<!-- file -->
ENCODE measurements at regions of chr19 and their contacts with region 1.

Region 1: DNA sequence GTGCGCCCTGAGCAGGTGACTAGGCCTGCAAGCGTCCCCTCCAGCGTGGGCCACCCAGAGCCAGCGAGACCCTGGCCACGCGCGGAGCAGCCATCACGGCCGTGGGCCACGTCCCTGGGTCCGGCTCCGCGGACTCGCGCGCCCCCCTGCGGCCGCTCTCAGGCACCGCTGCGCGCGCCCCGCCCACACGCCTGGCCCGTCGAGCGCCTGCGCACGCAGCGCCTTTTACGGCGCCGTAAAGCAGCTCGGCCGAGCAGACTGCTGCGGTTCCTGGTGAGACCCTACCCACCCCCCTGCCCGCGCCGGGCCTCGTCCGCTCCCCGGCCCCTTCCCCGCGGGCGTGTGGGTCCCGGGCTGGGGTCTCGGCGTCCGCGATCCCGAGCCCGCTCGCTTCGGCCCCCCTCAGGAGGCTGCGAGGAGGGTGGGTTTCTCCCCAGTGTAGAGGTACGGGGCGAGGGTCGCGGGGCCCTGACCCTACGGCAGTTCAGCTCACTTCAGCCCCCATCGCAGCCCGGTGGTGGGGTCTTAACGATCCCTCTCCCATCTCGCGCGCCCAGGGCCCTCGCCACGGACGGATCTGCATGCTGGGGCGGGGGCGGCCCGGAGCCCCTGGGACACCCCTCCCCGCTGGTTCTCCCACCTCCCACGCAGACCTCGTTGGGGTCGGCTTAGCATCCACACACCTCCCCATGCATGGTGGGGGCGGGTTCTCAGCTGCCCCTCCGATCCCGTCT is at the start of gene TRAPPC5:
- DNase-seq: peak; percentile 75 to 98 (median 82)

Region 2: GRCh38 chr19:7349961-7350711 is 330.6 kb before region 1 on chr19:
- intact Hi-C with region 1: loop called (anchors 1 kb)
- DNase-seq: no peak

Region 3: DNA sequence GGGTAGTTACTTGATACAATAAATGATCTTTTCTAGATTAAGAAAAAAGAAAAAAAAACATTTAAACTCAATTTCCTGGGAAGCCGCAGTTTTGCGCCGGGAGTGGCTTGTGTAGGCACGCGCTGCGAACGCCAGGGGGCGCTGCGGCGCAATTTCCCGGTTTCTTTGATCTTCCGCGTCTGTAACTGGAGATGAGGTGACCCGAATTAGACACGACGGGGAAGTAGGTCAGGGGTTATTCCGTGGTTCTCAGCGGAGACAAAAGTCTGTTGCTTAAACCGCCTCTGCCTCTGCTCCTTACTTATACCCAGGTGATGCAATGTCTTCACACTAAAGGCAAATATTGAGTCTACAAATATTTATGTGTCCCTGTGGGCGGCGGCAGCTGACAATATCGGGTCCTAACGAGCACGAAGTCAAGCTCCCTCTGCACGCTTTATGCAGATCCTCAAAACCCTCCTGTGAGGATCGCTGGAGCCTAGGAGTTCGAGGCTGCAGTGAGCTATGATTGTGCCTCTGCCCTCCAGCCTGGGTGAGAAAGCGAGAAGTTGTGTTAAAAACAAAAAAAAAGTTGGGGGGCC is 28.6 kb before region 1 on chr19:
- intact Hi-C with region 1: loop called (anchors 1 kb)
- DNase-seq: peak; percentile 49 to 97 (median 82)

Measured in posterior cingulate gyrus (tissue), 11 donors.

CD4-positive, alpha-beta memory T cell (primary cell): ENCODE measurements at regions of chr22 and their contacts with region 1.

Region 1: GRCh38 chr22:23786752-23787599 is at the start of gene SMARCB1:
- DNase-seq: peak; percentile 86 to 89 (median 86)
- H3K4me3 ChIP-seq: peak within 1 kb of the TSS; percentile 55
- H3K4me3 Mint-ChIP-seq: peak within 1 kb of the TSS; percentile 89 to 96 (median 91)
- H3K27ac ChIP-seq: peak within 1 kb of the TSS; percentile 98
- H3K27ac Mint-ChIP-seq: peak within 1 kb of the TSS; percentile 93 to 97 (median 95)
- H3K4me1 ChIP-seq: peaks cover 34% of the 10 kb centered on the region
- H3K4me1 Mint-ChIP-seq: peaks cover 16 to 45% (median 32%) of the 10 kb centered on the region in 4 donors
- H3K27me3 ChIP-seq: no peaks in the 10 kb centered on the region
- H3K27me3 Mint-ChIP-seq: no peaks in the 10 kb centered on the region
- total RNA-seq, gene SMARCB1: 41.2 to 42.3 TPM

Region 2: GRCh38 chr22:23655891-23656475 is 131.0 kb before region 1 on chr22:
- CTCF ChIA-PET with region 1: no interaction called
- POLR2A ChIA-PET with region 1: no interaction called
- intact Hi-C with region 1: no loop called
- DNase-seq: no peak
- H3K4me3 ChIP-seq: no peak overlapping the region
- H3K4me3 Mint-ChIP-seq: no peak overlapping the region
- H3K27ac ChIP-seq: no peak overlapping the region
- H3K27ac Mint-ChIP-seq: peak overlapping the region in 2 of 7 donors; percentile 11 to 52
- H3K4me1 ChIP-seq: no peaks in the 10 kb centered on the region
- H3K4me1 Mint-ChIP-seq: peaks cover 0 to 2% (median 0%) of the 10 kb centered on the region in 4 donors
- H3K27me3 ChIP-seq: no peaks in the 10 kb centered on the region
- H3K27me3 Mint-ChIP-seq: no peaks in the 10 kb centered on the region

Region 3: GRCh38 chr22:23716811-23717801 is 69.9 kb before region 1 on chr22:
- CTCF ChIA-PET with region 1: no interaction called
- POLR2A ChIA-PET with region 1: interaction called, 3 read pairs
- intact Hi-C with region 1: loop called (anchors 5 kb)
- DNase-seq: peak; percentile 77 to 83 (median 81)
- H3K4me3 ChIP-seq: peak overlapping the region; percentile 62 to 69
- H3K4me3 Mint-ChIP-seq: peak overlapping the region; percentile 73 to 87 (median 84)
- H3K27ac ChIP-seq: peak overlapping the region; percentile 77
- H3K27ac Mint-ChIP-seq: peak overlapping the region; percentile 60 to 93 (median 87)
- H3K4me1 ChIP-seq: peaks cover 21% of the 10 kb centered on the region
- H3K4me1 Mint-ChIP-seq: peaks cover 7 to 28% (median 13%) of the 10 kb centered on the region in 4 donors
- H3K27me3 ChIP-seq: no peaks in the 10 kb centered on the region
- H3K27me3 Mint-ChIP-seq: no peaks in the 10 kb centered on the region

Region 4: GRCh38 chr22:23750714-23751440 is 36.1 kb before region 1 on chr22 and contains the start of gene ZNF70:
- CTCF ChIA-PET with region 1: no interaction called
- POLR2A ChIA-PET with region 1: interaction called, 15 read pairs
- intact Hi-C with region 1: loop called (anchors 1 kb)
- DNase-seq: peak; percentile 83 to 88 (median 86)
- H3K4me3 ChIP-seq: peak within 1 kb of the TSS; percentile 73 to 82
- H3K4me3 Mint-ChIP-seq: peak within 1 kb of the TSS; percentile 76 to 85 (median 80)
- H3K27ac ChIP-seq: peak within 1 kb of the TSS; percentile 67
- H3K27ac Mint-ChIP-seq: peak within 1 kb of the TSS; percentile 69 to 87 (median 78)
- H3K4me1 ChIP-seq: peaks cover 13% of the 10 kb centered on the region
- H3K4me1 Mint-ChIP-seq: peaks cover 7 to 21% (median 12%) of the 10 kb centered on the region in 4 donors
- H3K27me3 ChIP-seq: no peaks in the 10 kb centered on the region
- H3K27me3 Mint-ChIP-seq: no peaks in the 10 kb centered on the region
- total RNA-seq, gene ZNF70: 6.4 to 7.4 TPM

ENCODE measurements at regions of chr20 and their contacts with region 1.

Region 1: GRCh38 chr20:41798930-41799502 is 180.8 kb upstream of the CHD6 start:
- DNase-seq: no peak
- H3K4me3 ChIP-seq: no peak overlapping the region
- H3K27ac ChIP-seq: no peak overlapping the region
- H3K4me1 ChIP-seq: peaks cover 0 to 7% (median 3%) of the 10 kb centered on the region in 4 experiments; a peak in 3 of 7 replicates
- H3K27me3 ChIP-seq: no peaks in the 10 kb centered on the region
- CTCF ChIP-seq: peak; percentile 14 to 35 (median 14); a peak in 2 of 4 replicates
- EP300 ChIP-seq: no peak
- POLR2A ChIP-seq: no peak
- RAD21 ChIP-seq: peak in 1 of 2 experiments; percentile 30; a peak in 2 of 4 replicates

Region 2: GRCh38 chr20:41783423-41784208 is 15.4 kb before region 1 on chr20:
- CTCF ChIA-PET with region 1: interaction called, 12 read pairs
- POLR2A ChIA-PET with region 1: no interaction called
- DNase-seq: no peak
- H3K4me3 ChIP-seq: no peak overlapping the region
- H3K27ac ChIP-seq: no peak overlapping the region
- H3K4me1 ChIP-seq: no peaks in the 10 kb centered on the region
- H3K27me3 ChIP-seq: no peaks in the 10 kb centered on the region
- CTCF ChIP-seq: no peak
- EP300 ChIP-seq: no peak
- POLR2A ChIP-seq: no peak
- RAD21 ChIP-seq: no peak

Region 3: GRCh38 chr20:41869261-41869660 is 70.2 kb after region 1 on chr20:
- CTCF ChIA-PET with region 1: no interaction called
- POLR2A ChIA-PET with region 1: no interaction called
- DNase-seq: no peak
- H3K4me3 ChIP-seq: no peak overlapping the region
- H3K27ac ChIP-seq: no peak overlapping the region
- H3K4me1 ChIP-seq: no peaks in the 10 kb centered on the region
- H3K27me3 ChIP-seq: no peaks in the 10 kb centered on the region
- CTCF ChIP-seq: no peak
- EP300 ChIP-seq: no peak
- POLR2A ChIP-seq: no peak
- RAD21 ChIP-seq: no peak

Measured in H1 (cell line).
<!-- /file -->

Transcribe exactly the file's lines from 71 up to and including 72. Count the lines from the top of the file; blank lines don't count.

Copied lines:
- EP300 ChIP-seq: no peak
- POLR2A ChIP-seq: no peak